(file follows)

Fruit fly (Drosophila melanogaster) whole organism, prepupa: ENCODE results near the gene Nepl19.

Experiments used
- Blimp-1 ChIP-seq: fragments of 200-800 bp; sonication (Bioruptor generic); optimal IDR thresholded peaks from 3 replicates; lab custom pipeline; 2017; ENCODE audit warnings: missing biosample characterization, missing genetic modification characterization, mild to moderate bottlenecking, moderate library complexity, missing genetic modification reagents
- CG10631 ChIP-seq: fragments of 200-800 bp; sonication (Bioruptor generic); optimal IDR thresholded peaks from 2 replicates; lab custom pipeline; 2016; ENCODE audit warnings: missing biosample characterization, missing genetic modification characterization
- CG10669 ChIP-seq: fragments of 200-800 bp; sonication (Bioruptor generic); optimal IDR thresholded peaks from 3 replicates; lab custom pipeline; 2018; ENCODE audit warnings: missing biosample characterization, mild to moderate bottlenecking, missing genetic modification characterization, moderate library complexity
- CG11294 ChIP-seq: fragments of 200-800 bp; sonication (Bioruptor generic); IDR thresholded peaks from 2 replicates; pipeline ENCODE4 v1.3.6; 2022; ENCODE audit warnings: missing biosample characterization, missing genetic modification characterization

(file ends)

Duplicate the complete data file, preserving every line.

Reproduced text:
Fruit fly (Drosophila melanogaster) whole organism, prepupa: ENCODE results near the gene Nepl19.

Experiments used
- Blimp-1 ChIP-seq: fragments of 200-800 bp; sonication (Bioruptor generic); optimal IDR thresholded peaks from 3 replicates; lab custom pipeline; 2017; ENCODE audit warnings: missing biosample characterization, missing genetic modification characterization, mild to moderate bottlenecking, moderate library complexity, missing genetic modification reagents
- CG10631 ChIP-seq: fragments of 200-800 bp; sonication (Bioruptor generic); optimal IDR thresholded peaks from 2 replicates; lab custom pipeline; 2016; ENCODE audit warnings: missing biosample characterization, missing genetic modification characterization
- CG10669 ChIP-seq: fragments of 200-800 bp; sonication (Bioruptor generic); optimal IDR thresholded peaks from 3 replicates; lab custom pipeline; 2018; ENCODE audit warnings: missing biosample characterization, mild to moderate bottlenecking, missing genetic modification characterization, moderate library complexity
- CG11294 ChIP-seq: fragments of 200-800 bp; sonication (Bioruptor generic); IDR thresholded peaks from 2 replicates; pipeline ENCODE4 v1.3.6; 2022; ENCODE audit warnings: missing biosample characterization, missing genetic modification characterization